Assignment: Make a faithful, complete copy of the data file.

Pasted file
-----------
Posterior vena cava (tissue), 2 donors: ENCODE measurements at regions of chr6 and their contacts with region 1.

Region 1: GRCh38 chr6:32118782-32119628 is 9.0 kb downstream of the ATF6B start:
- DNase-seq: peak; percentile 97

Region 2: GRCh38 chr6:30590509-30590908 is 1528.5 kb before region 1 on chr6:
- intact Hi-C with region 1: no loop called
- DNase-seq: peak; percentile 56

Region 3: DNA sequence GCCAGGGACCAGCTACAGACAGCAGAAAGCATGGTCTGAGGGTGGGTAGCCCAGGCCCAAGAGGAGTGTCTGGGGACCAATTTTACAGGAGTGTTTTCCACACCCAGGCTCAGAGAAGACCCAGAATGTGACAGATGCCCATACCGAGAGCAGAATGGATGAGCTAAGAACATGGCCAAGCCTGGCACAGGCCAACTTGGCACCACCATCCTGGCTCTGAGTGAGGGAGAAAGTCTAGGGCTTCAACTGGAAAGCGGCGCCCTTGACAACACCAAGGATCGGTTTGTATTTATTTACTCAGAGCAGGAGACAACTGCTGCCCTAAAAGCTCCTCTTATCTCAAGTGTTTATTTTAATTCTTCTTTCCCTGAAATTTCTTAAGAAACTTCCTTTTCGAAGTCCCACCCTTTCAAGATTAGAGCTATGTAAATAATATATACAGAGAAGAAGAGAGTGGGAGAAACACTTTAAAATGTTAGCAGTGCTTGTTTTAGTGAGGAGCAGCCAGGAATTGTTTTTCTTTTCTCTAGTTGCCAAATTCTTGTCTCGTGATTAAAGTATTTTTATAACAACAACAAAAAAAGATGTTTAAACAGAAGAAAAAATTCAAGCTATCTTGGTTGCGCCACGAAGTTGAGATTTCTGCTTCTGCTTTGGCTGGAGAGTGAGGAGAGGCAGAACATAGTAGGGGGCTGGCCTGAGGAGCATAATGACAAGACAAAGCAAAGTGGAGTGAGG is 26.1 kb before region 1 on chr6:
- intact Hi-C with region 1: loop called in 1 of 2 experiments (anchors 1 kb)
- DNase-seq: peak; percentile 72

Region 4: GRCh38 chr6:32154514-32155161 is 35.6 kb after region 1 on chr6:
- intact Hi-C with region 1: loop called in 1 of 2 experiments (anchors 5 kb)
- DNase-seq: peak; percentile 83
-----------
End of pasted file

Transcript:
Posterior vena cava (tissue), 2 donors: ENCODE measurements at regions of chr6 and their contacts with region 1.

Region 1: GRCh38 chr6:32118782-32119628 is 9.0 kb downstream of the ATF6B start:
- DNase-seq: peak; percentile 97

Region 2: GRCh38 chr6:30590509-30590908 is 1528.5 kb before region 1 on chr6:
- intact Hi-C with region 1: no loop called
- DNase-seq: peak; percentile 56

Region 3: DNA sequence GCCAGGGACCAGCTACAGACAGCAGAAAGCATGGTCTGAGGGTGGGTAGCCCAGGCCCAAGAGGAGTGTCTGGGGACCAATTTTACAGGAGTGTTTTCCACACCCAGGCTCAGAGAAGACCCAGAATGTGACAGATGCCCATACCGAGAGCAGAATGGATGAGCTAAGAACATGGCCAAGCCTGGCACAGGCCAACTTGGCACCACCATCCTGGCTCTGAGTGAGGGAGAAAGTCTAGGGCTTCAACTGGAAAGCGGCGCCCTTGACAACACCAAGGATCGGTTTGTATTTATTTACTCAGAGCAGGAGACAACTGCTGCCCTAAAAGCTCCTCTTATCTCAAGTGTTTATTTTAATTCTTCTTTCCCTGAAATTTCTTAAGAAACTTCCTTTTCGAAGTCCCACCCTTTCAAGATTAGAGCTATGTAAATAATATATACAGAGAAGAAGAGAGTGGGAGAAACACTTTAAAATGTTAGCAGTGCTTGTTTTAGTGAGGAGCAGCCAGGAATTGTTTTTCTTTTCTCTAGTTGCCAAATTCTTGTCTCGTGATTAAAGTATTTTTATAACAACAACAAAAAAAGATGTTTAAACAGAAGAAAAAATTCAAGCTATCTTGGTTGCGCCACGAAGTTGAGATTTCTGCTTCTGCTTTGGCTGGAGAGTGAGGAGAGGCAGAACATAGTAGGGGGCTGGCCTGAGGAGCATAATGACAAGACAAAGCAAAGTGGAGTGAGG is 26.1 kb before region 1 on chr6:
- intact Hi-C with region 1: loop called in 1 of 2 experiments (anchors 1 kb)
- DNase-seq: peak; percentile 72

Region 4: GRCh38 chr6:32154514-32155161 is 35.6 kb after region 1 on chr6:
- intact Hi-C with region 1: loop called in 1 of 2 experiments (anchors 5 kb)
- DNase-seq: peak; percentile 83